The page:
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The Rock Cycle- The rock cycle shows how one type of rocky material gets transformed into another in response to changing conditions.


Weathering, Erosion, and Transportation


Rocks exposed at Earth’s surface are constantly changed by the atmosphere, hydrosphere, and biosphere.


Weathering is the group of physical and chemical processes that change the character of rocks at or near Earth’s surface.  Weathering involves the breakdown of rock and the formation of new minerals.


Erosion is the physical removal and transportation of rock particles from the source by water, wind, or ice.


There are two types of weathering:


Mechanical weathering

-The physical disintegration of rock into smaller pieces.

-Facilitated by the action of ice, water, and wind.


Chemical weathering

-Chemical decomposition of rock from exposure to atmospheric gases (oxygen, water vapor and carbon dioxide) or liquid water (which is often acidic).

-New minerals form.

-The rate of chemical weathering increases as surface area of rock increases.


Weathering and the Earth Systems


Within our solar system, Earth seems to be the only planet with surface rocks actively being weathered by wind, water, and living organisms. 


Atmosphere- Gases like O2, CO2, and H2O are critical to the chemical weathering of rock.  These gases react with pre-existing minerals to produce new minerals that are in equilibrium with surface conditions.


            ex.        CO2 +  H2O à  H2CO (Carbonic Acid)


Chemical weathering is essential to life in that it removes carbon dioxide from the atmosphere, reducing green-house effect.               


Atmospheric wind also causes the mechanical breakdown of rock via a sandblasting effect.


Hydrosphere- Oxygen dissolves in water and then can oxidize iron in rocks:


ex.        FeO   +   O2  à   Fe2O3


Biosphere- Decaying organic matter in soils produces acidic moisture in soils.


Types of Mechanical Weathering


Running water/glacial ice- Mechanically loosens and abrades mineral and rock particles.


Thermal cycling- Large temperature changes fracture rocks via repeated expansion and contraction.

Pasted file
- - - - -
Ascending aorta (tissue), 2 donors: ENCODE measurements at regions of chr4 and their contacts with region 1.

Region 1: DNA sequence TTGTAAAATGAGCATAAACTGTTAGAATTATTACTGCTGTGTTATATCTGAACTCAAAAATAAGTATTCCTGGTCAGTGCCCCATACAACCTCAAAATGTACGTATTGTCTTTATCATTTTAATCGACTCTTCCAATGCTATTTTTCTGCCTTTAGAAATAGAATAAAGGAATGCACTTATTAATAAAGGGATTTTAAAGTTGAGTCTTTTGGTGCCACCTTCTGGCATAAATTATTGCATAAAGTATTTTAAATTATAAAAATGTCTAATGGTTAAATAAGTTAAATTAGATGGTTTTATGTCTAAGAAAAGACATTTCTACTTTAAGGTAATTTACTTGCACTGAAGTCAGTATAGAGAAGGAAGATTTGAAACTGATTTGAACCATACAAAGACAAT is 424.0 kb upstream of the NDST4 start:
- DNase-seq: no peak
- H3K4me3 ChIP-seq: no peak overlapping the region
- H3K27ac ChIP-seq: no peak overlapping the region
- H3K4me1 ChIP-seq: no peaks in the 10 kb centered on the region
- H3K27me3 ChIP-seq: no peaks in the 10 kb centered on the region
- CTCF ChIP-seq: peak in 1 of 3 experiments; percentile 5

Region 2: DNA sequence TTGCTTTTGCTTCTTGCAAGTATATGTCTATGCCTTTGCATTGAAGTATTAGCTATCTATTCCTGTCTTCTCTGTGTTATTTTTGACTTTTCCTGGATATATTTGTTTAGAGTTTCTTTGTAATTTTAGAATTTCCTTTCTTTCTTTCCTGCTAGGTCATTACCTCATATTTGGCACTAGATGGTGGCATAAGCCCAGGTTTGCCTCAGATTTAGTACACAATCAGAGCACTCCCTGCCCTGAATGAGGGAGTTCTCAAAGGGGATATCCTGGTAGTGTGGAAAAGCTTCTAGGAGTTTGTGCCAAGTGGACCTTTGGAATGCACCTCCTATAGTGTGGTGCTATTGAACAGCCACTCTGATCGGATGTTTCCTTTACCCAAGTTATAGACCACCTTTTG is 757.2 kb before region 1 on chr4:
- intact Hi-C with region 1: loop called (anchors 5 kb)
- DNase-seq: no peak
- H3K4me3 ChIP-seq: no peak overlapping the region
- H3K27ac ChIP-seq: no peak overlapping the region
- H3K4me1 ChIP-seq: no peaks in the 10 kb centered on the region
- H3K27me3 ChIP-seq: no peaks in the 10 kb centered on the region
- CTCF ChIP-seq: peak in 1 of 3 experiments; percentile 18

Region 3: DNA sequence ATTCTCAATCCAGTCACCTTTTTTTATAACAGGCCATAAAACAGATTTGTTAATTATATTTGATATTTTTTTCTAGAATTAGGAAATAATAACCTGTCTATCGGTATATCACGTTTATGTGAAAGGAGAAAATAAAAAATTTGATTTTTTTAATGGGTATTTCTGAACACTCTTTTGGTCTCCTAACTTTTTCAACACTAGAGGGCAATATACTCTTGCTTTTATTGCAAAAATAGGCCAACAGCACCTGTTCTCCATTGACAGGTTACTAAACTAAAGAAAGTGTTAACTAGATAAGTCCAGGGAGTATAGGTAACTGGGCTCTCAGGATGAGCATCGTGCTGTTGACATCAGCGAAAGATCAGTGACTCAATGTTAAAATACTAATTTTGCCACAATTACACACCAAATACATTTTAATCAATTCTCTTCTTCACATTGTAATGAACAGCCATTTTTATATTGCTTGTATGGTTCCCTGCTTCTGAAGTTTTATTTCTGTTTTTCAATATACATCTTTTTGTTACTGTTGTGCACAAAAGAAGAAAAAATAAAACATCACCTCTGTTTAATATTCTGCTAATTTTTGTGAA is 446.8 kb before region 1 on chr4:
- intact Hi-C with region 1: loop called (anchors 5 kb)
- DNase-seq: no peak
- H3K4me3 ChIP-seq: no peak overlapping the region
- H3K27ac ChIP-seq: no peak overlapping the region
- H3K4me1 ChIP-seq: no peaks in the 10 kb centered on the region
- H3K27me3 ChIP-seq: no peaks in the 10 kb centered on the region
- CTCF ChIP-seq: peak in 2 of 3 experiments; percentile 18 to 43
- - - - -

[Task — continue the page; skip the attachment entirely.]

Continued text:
Frost action- The freezing and expanding of water causes frost wedging and frost heaving.


Pressure release- The removal of overlying rock from erosion allows expansion and fractures (sheet joints and exfoliation).


Plant growth- Growing roots widen fractures (root pry).


Burrowing animals- Lead to accelerated mechanical weathering.


Chemical Weathering of Minerals


Feldspars (the most common minerals in Earth's crust)- Slightly acidic rainwater (H2CO3) attacks feldspar, producing clay minerals (hydrated sheet silicates).  The K+, Na+, and Ca2+ ions are released into the water.


Minerals highest on Bowen’s reaction series are most susceptible to weathering.  Therefore, olivine and pyroxene weather quickly to produce clays and iron oxides.


Quartz is the least susceptible to chemical weathering.  It can be transported all the way to the oceans.


Soil - Soil is a layer of weathered, unconsolidated material on top of bedrockCommon soil constituents include:

Clay minerals (from feldspars)



Organic matter

Residual soil- Residual soil develops from weathering of underlying rock in situ


Transported soil- Soil brought in from elsewhere else.  Examples are floodplain deposits (from river-transported sediments) and wind-transported deposits called loess.


Soil Horizons

Soil composition is determined by the parent rock composition.  The soil composition evolves with time and chemical weathering.


    O horizon - uppermost layer; organic material

    A horizon - dark layer rich in humus, organic acids

    E horizon - zone of leaching; fine-grained components removed by percolating water

    B horizon - zone of accumulation; clays and iron oxides leached down from above

    C horizon - partially weathered bedrock


Soil thickness

- Increases with time

- Typically greater in wetter climates

- Greater in areas with shallow slopes vs. steep slopes


Soils and Climate- Soil thickness and composition are greatly affected by climate.  Warm, wet climate conditions maximize weathering.


Wet climates:

-More chemical weathering and thicker soils

-Soils in moderately wet climates tend to have significant clay-rich layers.


Arid climates:

-Less chemical weathering and thinner soils

-Subsurface evaporation leads to build-up of salts

-Caliche- Calcite-rich accumulation zones may form, cementing soil together into a hardpan called caliche.

-Desert varish- Wind-transported clays desert heat → dark varnish (manganese plays an important role; Mn levels are 50 times greater in varnish than the average crust)..

Extremely wet climates (e.g., tropical rainforest):

-Highly leached and unproductive soils (laterites and bauxite deposits)

-Most nutrients come from thick O/A horizons.